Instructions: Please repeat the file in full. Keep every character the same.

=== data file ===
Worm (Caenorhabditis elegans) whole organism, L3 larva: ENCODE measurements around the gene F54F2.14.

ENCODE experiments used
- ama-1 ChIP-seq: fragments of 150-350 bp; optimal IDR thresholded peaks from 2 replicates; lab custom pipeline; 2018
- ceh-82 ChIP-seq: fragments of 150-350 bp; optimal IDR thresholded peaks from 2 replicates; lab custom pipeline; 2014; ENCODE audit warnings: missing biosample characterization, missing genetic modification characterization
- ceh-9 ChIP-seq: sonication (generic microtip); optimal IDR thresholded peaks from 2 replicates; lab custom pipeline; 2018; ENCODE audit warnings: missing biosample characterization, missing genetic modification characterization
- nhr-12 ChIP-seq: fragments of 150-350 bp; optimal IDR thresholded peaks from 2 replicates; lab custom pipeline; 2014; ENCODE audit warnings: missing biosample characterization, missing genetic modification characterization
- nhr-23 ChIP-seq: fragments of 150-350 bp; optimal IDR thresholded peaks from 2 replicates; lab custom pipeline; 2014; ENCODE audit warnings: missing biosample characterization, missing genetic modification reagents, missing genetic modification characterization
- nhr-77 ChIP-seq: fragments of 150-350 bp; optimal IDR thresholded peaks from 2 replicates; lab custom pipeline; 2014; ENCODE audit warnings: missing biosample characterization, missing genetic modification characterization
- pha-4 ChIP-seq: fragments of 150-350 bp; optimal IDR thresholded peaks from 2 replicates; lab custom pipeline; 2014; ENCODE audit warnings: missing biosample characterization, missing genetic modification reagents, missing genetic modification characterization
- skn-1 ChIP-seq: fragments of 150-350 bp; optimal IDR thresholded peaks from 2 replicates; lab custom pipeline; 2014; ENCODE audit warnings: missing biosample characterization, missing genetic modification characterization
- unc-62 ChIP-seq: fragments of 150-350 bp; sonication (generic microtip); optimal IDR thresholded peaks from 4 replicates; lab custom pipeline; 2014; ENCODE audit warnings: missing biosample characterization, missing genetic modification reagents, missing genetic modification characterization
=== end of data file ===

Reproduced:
Worm (Caenorhabditis elegans) whole organism, L3 larva: ENCODE measurements around the gene F54F2.14.

ENCODE experiments used
- ama-1 ChIP-seq: fragments of 150-350 bp; optimal IDR thresholded peaks from 2 replicates; lab custom pipeline; 2018
- ceh-82 ChIP-seq: fragments of 150-350 bp; optimal IDR thresholded peaks from 2 replicates; lab custom pipeline; 2014; ENCODE audit warnings: missing biosample characterization, missing genetic modification characterization
- ceh-9 ChIP-seq: sonication (generic microtip); optimal IDR thresholded peaks from 2 replicates; lab custom pipeline; 2018; ENCODE audit warnings: missing biosample characterization, missing genetic modification characterization
- nhr-12 ChIP-seq: fragments of 150-350 bp; optimal IDR thresholded peaks from 2 replicates; lab custom pipeline; 2014; ENCODE audit warnings: missing biosample characterization, missing genetic modification characterization
- nhr-23 ChIP-seq: fragments of 150-350 bp; optimal IDR thresholded peaks from 2 replicates; lab custom pipeline; 2014; ENCODE audit warnings: missing biosample characterization, missing genetic modification reagents, missing genetic modification characterization
- nhr-77 ChIP-seq: fragments of 150-350 bp; optimal IDR thresholded peaks from 2 replicates; lab custom pipeline; 2014; ENCODE audit warnings: missing biosample characterization, missing genetic modification characterization
- pha-4 ChIP-seq: fragments of 150-350 bp; optimal IDR thresholded peaks from 2 replicates; lab custom pipeline; 2014; ENCODE audit warnings: missing biosample characterization, missing genetic modification reagents, missing genetic modification characterization
- skn-1 ChIP-seq: fragments of 150-350 bp; optimal IDR thresholded peaks from 2 replicates; lab custom pipeline; 2014; ENCODE audit warnings: missing biosample characterization, missing genetic modification characterization
- unc-62 ChIP-seq: fragments of 150-350 bp; sonication (generic microtip); optimal IDR thresholded peaks from 4 replicates; lab custom pipeline; 2014; ENCODE audit warnings: missing biosample characterization, missing genetic modification reagents, missing genetic modification characterization